So when the Manning Centre pollsters find that the majority of Canadians value family above all else, prefer incremental to radical change and think that the best way to solve problems is by learning from past experience, no one should be surprised.

Liberals value their families no less than Conservatives. Successful New Democrats, such as former Manitoba premier Gary Doer or Saskatchewan's Roy Romanow, prospered through their mastery of incremental change. Tommy Douglas, the iconic social democrat viewed as the father of Canadian medicare, was eminently practical.

The Manning poll found that 60 per cent of those polled strongly believe that abortion is morally wrong. But it also found that most believe government should not try to regulate morality.

Again, what's new? This was the position of former Liberal prime minister Jean Chr├ętien as well as his successor Paul Martin, both of whom opposed abortion privately but supported the right of others to make their own choices.

When Pierre Trudeau famously declared that the state had no business in the bedrooms of the nation, he was tapping into a heartfelt and ultimately conservative Canadian notion that governments should keep their noses out of private affairs.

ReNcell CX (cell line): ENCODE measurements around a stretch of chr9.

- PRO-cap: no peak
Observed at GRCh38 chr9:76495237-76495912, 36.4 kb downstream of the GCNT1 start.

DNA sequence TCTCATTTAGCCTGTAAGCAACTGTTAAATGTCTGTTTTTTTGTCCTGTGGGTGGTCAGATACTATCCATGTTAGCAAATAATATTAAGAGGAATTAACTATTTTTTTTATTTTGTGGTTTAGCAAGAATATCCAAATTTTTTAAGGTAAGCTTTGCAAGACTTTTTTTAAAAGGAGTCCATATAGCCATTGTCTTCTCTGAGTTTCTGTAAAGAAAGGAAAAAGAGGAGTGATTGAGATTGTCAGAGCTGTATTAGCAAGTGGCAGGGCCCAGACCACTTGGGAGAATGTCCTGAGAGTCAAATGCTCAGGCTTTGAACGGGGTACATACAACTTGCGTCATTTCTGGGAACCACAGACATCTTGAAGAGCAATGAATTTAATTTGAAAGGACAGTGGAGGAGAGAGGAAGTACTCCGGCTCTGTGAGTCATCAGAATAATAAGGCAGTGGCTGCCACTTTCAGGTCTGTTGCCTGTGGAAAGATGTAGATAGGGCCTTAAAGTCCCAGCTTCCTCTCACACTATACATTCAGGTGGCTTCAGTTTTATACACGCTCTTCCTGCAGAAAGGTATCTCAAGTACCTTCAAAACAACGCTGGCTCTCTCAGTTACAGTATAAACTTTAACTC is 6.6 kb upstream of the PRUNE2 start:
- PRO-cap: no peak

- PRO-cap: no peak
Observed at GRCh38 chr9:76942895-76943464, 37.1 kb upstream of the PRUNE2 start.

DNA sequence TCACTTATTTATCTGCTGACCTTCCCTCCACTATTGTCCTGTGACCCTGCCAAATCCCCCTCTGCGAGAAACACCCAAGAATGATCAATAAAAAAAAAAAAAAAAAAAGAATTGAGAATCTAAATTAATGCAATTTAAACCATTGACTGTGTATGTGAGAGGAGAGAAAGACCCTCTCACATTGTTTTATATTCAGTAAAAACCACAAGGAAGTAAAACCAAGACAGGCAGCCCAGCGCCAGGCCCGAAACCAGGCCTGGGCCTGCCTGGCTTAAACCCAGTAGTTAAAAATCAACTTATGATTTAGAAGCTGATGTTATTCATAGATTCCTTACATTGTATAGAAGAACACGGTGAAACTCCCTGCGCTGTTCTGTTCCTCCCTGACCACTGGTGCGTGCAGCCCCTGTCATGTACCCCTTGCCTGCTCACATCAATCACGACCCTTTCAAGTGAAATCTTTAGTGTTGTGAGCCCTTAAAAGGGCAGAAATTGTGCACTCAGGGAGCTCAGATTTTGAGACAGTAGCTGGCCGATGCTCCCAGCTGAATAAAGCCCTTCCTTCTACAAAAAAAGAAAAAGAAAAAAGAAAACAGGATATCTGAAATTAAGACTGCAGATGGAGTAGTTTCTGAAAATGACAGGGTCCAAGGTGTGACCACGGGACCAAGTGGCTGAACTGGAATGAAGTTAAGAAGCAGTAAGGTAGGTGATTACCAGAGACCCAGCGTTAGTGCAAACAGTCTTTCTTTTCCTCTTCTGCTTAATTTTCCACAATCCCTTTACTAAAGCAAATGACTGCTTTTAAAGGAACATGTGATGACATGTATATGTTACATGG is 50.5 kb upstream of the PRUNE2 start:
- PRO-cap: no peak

But the other half of Canadian ideology is its tendency toward communalism. The original reasons for this lie deep in our history and are well-known: We are a small population in a large land faced with a not-always-friendly neighbour to the south and dominated economically by large interests – from the Hudson's Bay Co. to the Canadian Pacific Railroad to the nickel mining giant Vale Inco.

All of this has produced, in Canada, an ideological willingness to use government and other kinds of communal organizations –such as co-ops, trade unions or agricultural marketing boards – as countervailing forces.

In the United States, conservatism and communalism (described there as liberalism) are constantly at war with one another. In Canada, they have quietly merged into what political scientist Gad Horowitz famously labelled the ideology of the Red Tory.